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gbee

To Ceramic Coat or not

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I have been contemplating doing the ceramic coating on my 2009 Infiniti G37. The vehicle has been taken care of however there are rock chips on the bumper and a couple on the hood that a pretty small. I am wondering if I would have to purchase touch up paint before ceramic coating or would it be safe and acceptable to go right over them with the coating. The next question is should I for go the coating and just buy the paste and boost and use those products instead? I am comfortable doing the prep work just having a hard time deciding what to do. Thanks everyone. 

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What steps do I need to do as i have been using the old and new Ceramic Boost on my ceramic coating and now want to reapply more ceramic coating.  Original is 1 year old

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26 minutes ago, gbee said:

I have been contemplating doing the ceramic coating on my 2009 Infiniti G37. The vehicle has been taken care of however there are rock chips on the bumper and a couple on the hood that a pretty small. I am wondering if I would have to purchase touch up paint before ceramic coating or would it be safe and acceptable to go right over them with the coating. The next question is should I for go the coating and just buy the paste and boost and use those products instead? I am comfortable doing the prep work just having a hard time deciding what to do. Thanks everyone.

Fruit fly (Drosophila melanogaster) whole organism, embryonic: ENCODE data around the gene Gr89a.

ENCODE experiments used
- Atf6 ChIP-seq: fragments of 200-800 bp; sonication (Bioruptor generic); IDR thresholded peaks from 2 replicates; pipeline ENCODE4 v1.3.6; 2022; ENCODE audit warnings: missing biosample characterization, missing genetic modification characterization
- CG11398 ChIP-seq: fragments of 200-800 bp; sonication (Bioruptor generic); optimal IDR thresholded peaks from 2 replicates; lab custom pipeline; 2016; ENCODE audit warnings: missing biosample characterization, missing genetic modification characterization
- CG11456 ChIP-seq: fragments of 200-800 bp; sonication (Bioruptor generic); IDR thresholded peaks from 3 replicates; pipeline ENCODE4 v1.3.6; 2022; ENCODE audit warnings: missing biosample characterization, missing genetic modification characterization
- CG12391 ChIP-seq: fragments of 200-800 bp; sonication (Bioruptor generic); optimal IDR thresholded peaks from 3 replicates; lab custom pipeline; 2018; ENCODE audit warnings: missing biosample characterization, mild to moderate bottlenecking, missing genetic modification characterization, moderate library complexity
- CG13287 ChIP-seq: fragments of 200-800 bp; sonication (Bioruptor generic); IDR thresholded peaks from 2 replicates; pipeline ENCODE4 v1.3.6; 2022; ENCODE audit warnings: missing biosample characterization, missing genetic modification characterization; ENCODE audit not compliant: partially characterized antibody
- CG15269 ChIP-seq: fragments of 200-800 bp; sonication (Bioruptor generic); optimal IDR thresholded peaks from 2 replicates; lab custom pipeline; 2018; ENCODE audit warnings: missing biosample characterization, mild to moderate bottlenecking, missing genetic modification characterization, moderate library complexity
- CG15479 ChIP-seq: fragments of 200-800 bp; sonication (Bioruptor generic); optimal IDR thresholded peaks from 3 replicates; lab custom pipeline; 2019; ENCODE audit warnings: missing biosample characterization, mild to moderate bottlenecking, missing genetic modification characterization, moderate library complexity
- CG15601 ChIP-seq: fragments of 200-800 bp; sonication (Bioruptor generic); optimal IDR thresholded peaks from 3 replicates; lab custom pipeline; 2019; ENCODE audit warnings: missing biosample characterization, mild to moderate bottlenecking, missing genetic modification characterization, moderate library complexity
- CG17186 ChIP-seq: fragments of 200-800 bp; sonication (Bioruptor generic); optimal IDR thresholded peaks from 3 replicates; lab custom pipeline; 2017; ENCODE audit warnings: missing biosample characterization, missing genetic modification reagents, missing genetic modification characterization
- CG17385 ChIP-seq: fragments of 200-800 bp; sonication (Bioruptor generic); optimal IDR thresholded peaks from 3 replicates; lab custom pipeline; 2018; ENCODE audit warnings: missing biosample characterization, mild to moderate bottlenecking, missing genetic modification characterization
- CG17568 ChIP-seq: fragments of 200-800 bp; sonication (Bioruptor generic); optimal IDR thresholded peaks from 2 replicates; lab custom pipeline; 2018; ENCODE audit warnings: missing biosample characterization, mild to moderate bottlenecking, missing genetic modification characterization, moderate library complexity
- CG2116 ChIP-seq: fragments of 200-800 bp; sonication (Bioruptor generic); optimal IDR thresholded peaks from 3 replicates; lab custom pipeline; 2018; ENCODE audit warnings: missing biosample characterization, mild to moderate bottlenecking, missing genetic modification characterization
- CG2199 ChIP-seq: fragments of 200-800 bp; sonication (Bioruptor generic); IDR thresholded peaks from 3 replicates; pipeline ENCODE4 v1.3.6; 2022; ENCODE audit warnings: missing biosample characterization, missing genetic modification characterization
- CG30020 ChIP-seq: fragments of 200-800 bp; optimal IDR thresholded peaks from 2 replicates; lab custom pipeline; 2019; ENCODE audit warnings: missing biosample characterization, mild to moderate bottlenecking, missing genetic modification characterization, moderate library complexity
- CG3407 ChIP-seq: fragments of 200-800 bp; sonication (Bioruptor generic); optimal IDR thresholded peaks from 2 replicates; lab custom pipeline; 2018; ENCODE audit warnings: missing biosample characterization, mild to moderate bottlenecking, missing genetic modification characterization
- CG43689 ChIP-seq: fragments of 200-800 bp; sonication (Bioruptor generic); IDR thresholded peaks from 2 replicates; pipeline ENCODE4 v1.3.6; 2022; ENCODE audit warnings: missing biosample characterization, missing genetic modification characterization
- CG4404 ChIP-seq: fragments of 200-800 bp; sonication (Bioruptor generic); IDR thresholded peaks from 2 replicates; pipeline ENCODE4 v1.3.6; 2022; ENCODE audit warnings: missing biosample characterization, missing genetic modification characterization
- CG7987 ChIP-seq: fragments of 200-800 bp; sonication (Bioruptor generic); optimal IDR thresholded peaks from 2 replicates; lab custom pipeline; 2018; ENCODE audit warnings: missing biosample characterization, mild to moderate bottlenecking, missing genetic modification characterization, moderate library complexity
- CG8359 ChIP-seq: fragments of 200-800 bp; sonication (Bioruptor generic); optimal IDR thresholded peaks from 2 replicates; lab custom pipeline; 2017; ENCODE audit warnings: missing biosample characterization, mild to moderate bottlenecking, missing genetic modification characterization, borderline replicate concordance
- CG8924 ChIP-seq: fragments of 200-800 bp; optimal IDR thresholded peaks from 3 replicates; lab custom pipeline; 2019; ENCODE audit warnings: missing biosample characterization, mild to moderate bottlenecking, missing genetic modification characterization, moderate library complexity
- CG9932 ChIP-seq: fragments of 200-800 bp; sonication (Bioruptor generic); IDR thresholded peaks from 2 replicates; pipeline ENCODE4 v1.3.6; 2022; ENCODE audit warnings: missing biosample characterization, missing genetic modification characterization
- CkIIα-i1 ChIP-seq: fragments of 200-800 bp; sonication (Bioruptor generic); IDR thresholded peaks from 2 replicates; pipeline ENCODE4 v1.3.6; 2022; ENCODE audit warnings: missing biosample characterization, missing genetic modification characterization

As with any scratches, swirls, etc., it's highly recommended you fix the chips before you coat. Otherwise you'll have to live with them until the coating is removed in those areas (for Adam's ccoating that's done by polishing). Pretty sure the touchup paint needs to bond to the bare paint/metal/primer. Coating will inhibit that bond. But it is safe to go over them if you decide to do so.

 

Coating or not is your call. It all comes down to proper prep. @shane@detailedreflections wrote a great article here for some insights. However you proceed, feel free to ask any more questions you have.

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1 hour ago, gbee said:

I have been contemplating doing the ceramic coating on my 2009 Infiniti G37. The vehicle has been taken care of however there are rock chips on the bumper and a couple on the hood that a pretty small. I am wondering if I would have to purchase touch up paint before ceramic coating or would it be safe and acceptable to go right over them with the coating. The next question is should I for go the coating and just buy the paste and boost and use those products instead? I am comfortable doing the prep work just having a hard time deciding what to do. Thanks everyone. 

I did the same thing. I also drive a 2013 ford escape though. But I did not  think that my car was worth enough to have a ceramic coating. So i went with the ceramic wax and boost. I bought it when they had the BOGO sale going on and got a really good deal for it all. I am very happy with the way it turned out. The wax is awesome no doubt about that, but the coating would clearly just one up the wax.